DRAFT—For Discussion Purposes Only

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					                                BUTERA & ANDREWS
                                    Attorneys at Law
                            1301 Pennsylvania Avenue, N.W.
                             Washington, D.C. 20004-1701
                                Philip S. Corwin, Partner

By E-Mail

                                                    August 4, 2008

Board of Directors
Internet Corporation for Assigned Names and Numbers (ICANN)
4676 Admiralty Way, Suite 330
Marina del Rey, CA 90292-6601

Re: Comment on Draft Proposed Changes to Registrar Accreditation Agreement

Dear Members of the ICANN Board:

These comments are submitted by the Internet Commerce Association (ICA) in regard to
the Board’s June 8th announcement describing 15 draft amendments to the Registrar
Accreditation Agreement (RAA). Strengthening of the RAA is a matter of extreme
importance to ICA’s membership, composed of individuals and companies that both hold
and manage domain name portfolios, and many of which operate affiliated registrars on
their own behalf as well as for the benefit of third parties.

ICA is a not-for-profit trade association representing the direct search industry. Its
membership is composed of individuals and companies that invest in domain names
(DNs) and develop and monetize the associated websites, as well as the companies that
serve them. Professional domain name registrants are a major source of the fees that
support registrars, registries, and ICANN itself. ICA is an active international member of
ICANN’s Commercial and Business Users Constituency (CBUC).


The membership of the ICA and other domain name investors collectively hold portfolios
that we estimate to have a present market value of at least $10 billion. Domain name
investors must rely on ICANN-accredited registrars to acquire these intangible assets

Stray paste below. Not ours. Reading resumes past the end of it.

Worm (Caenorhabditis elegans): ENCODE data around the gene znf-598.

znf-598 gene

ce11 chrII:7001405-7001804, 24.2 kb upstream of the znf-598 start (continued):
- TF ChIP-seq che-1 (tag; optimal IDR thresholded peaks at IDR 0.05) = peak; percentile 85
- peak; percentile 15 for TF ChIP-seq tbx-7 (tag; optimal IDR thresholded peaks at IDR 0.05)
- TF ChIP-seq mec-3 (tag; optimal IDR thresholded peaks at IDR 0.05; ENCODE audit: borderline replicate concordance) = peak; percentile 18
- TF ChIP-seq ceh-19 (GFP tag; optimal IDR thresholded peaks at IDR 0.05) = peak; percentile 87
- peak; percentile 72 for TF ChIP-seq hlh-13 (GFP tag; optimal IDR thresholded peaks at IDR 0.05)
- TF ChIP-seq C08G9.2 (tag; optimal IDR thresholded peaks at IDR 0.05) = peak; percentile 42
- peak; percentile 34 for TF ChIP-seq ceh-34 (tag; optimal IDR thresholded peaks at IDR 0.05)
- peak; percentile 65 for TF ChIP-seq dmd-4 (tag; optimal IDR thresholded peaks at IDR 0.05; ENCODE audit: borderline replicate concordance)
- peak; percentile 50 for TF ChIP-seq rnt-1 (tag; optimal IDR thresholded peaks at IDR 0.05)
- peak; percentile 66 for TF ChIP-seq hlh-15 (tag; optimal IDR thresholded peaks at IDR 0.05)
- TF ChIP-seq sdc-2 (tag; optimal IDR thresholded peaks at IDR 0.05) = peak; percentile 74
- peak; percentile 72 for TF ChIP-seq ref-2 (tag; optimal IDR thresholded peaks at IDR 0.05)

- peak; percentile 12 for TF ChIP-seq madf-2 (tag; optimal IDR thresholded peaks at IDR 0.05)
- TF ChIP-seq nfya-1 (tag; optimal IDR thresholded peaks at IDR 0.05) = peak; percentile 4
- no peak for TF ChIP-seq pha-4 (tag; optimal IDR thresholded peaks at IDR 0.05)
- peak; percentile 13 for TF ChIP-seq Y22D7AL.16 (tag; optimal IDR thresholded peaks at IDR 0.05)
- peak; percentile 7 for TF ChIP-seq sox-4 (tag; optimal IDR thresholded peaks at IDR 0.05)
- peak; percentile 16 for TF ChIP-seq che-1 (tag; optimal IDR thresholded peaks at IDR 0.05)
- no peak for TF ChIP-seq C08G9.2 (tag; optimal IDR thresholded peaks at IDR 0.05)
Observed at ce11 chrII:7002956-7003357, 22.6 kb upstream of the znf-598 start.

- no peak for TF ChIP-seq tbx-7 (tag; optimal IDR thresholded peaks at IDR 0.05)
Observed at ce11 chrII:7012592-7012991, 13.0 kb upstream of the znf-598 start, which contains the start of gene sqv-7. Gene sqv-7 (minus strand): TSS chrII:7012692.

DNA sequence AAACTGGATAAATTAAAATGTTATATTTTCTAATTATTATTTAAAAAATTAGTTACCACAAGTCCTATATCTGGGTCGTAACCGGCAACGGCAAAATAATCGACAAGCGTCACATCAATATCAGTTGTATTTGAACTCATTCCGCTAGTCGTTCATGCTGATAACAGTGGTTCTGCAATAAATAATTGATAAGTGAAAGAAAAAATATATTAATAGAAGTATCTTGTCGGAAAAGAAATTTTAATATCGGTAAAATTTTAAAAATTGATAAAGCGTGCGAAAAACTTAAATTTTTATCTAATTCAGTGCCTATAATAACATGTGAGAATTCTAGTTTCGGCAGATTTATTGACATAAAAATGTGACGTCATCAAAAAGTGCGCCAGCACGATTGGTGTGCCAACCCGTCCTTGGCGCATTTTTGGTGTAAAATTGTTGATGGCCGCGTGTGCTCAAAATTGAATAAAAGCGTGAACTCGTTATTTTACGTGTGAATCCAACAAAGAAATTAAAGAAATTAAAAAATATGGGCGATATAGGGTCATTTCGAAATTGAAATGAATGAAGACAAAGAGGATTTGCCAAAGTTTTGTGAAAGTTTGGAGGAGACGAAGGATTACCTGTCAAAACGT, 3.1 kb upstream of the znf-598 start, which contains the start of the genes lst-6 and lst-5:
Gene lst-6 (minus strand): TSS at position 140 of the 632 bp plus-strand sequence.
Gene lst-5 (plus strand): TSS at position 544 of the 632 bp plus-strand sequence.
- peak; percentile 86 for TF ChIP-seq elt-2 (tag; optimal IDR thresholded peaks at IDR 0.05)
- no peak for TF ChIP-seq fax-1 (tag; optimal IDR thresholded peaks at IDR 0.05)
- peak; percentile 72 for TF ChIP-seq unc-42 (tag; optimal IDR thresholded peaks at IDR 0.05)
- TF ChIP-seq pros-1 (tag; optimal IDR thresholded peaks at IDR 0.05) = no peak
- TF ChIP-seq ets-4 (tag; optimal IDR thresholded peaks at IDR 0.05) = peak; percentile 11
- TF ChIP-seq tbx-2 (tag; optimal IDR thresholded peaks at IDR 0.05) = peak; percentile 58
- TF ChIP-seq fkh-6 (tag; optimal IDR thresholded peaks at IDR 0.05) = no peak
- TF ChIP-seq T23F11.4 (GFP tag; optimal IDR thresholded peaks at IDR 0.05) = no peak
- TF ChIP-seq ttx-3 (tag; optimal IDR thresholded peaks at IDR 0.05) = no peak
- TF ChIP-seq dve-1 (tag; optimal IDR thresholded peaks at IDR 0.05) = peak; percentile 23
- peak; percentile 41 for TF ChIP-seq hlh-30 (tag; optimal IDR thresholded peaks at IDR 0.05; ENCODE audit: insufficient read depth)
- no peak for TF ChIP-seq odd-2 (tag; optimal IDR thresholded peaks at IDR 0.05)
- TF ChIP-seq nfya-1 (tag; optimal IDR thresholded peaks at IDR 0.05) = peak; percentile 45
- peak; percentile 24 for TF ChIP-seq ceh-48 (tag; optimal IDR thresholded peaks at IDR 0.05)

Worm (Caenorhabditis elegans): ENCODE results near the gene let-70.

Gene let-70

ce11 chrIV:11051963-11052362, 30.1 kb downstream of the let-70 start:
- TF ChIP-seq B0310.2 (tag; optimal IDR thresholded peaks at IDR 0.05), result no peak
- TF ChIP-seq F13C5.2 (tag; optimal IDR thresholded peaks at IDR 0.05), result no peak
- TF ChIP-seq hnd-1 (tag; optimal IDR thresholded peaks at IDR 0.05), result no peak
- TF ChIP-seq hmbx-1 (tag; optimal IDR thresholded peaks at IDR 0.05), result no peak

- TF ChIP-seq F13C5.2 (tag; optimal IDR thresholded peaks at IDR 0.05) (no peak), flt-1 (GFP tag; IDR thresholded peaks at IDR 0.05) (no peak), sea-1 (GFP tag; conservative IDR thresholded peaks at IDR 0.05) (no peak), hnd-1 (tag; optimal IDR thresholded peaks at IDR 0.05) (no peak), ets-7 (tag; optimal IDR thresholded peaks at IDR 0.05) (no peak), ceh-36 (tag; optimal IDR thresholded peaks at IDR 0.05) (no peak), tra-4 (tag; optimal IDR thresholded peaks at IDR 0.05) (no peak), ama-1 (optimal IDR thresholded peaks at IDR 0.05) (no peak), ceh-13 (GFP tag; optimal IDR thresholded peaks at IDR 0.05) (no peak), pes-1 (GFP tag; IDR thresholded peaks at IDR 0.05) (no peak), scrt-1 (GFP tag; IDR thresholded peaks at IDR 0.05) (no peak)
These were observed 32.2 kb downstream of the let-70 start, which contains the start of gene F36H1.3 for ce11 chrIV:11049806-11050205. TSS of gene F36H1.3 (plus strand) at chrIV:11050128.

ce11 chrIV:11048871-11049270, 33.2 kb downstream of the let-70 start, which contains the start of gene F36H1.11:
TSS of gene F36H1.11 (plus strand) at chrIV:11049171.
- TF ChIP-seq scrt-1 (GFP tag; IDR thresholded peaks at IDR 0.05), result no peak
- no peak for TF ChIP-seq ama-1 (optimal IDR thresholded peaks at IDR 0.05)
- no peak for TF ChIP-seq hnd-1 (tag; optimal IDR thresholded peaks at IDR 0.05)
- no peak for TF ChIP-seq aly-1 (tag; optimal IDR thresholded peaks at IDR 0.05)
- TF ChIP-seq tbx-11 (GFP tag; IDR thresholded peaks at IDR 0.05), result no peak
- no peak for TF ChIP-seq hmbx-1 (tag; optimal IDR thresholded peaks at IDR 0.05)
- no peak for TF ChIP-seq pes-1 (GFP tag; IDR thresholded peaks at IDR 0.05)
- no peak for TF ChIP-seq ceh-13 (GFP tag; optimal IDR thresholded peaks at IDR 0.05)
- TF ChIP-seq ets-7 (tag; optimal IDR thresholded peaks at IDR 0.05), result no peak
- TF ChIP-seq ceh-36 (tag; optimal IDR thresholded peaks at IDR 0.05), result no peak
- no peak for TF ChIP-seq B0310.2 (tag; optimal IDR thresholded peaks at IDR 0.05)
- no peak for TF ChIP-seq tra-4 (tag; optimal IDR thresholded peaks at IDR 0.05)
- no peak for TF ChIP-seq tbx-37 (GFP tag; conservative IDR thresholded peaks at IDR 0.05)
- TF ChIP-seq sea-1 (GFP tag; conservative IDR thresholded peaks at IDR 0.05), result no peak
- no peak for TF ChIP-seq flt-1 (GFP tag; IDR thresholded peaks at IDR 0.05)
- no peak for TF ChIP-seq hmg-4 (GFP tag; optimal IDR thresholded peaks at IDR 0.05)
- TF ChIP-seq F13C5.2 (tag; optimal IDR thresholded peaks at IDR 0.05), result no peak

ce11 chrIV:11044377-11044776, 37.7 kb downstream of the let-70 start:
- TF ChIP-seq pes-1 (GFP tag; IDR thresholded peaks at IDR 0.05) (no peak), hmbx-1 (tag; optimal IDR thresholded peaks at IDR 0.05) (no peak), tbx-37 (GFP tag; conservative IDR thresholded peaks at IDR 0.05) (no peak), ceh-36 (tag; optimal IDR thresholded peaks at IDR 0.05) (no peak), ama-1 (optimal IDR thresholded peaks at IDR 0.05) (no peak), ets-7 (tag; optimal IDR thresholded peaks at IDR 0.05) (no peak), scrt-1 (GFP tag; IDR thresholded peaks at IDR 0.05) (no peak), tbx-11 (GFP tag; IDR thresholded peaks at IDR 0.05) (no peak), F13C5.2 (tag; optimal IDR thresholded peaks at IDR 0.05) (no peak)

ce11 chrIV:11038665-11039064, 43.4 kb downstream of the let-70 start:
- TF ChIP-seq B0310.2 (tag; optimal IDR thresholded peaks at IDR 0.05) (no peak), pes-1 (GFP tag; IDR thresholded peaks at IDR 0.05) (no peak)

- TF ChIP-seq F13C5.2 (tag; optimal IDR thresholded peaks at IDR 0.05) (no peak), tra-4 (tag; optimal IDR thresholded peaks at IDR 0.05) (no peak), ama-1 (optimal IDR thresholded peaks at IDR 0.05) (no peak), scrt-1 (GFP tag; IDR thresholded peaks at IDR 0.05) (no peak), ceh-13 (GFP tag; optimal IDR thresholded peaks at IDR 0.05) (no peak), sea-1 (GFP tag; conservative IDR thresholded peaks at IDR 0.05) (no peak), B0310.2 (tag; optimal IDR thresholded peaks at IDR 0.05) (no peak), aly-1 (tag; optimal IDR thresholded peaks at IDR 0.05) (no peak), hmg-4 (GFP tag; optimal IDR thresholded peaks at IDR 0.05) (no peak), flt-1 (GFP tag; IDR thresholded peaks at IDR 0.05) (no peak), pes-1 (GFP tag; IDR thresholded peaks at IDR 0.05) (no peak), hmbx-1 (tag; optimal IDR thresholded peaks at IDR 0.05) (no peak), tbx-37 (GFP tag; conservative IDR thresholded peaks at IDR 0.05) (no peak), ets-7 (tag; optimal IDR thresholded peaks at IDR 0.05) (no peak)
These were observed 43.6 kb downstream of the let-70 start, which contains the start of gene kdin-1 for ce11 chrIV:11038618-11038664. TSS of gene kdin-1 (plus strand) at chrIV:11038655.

through initial registration and subsequent renewal, as well as to facilitate transfers to
another registrar or an acquiring third party, and to securely and accurately record and
maintain all data associated with a domain name so that a registrant can prove its
ownership. Secure registrar operations are also required to prevent unauthorized transfers
or other thefts of valuable domain names.
The scandalous and well-publicized 2007collapse of RegisterFly revealed serious
inadequacies in the existing RAA and its enforcement by ICANN. Many registrants lost
valuable domain names due to RegisterFly’s failure to undertake timely renewals for
which it had been paid, as well as abuses perpetrated by RegisterFly’s management –
particularly in regard to domain names that had utilized its free proxy service to maintain
ownership confidentiality. That debacle also revealed serious shortcomings in ICANN’s
mechanism for timely and effective responses to registrant complaints regarding registrar
abuses, and in its enforcement of the RAA; including ICANN’s admission that it had
never systematically enforced the current RAA’s data escrow requirements for registrant
identifying information.

The ICA commends ICANN for admitting these shortcomings and for its subsequent
actions to improve communications with and information available to registrants, and to
enhance their protections. ICANN has already taken an important step by requiring all
accredited registrars to escrow customer data with Iron Mountain or another third party
data security and retention service meeting similar strict standards. The publication of
these proposed RAA amendments is another important step toward enhanced registrant

However, regardless of the final language of the RAA amendments adopted by
ICANN, their ability to protect registrants depends first and foremost upon
vigorous oversight and enforcement by ICANN. Therefore, we urge ICANN to
adopt and uniformly implement final RAA amendments at the earliest possible date,
and we expect to see clear evidence of vigilant enforcement going forward.

Our comments upon the proposed amendments follow.

Enforcement Tools

As noted above, regardless of their individual merits the most critical aspect of these
proposed RAA amendments is effective enforcement by ICANN. Our evaluation of these
provisions is based upon their ability to enhance ICANN’s ability to take effective steps
to ensure registrar compliance.
     We support the new provision allowing ICANN to conduct registrar site visits and
       audits. However, while we agree that periodic audits are a crucial part of
       ICANN’s oversight and enforcement responsibilities, as an entity that has been
       through ICANN review as part of our ordinary course existing business
       responsibilities, we would suggest that thirty (30) days advance notice is more
       appropriate to allow the registrar sufficient time to gather the requisite
       information and make the audit more productive for representatives of ICANN.
       We do recognize that in certain exceptional circumstances ICANN should have
       the flexibility to audit a registrar on a shorter timeframe, but it should be reserved
       for clearly exceptional circumstances.
     We support providing ICANN with escalated compliance enforcement tools, such